With my soon to be ex-wife seemingly requiring large quantities of mullah my four month sabbatical from writing for more than one show at a time must come to an end.
It's been a very pleasurable experience excercising writing muscles that have been dormant for some time. I've put together bibles for two new projects, written a new spec, am half way through a second and have outlines for two more new projects.
But school fees and maintenance beckon, so it's back to the grind. Time to get on the phone to the senior editors of some of the long runners and say 'Hey, I'm back!'
Times have changed. On most long running dramas now the core writers are on blocks and guarantees. That takes out the majority of available episodes for non-core freelancers. Factor in the new BBC writers academy where the participants get priority on available episodes of Doctors, Holby, EastEnders and Casualty - and there ain't a whole lot left for little old me! Cheers for that Mr Yorke!
If you thought it was hard breaking in before, man, it sure ain't any easier now.
But.......persevere. It's always been tough and always will. Keep writing those specs, but remember those specs serve equally well with indie companies where quite frankly I think you have a better chance of breaking in anyway. It's where the majority of non-soap drama is being made for a start.
Anyway, back to my bank balance. So what do I do? I've been out of the loop for a few months. I've got a spec out there but haven't had any meaningful feedback in what....6 weeks? Unfortunately that is not a lot of time in this business. If any work were to be generated from that [or even a sale] you are talking potentially months down the line. It's just that kind of business. And it's why core writers on a series tend to hang on to that series like grim death. It's a cold tough world out there in the spec game.
So why do we do it?
It has to be down to love or stupidity. Probably a bit of both. But here's a cheering thought that keeps me going. All it takes is ONE person to say yes to your project. It's kinda like in 'Goodfellas', you become a made man. You jump off the recurring drama merry-go-round and get to do the stuff you really want to do. That is a huge bonus in itself, but as a kicker you also get the green stuff too.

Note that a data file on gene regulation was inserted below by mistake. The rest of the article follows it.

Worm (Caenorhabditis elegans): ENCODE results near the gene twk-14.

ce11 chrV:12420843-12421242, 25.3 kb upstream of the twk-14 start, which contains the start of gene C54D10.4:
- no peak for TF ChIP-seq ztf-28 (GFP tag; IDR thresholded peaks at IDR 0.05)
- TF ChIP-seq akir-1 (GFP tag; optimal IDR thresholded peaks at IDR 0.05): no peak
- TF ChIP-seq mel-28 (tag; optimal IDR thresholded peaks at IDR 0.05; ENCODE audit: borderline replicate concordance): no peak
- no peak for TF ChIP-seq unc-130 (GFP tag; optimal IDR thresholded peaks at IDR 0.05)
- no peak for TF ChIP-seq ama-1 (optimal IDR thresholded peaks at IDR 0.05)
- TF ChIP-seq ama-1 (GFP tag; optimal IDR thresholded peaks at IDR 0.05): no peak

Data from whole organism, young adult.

My last 'quote' for an hour of short run drama was 17k. Let's say my last project gets optioned for 3k and my quote is now 20k [probably not but it makes the maths easier]. So If I write 3 episodes of the six that's 63k.
Only it's a bit more than that because I would get 115% of the writing fee again on principal photography with most producers. So that's another 69k.
Only it's a bit more because I'd get a format fee of around 10% of every other writer's fee on the project. So that's another 12k
Only it's a bit more because I'd also get a format fee on all foreign sales.
Only it's a bit more because I'd also get repeat fees.
Only it's a bit more because I'd also get 5.something % of DVD sales.
Only it's a bit more because.........well you get the picture. The bottom line is that my idea and 3 episodes is worth a minimum of 150k if ONE person says yes. It's pretty hard to earn that kind of money per annum on recurring drama. Not impossible. But pretty damn hard.
So compared to recurring drama the money is better. The creative input and satisfaction is considerably more, and you're not stuck with the same people and politics year in year out.
I guess that's why we want to do it.
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5 years ago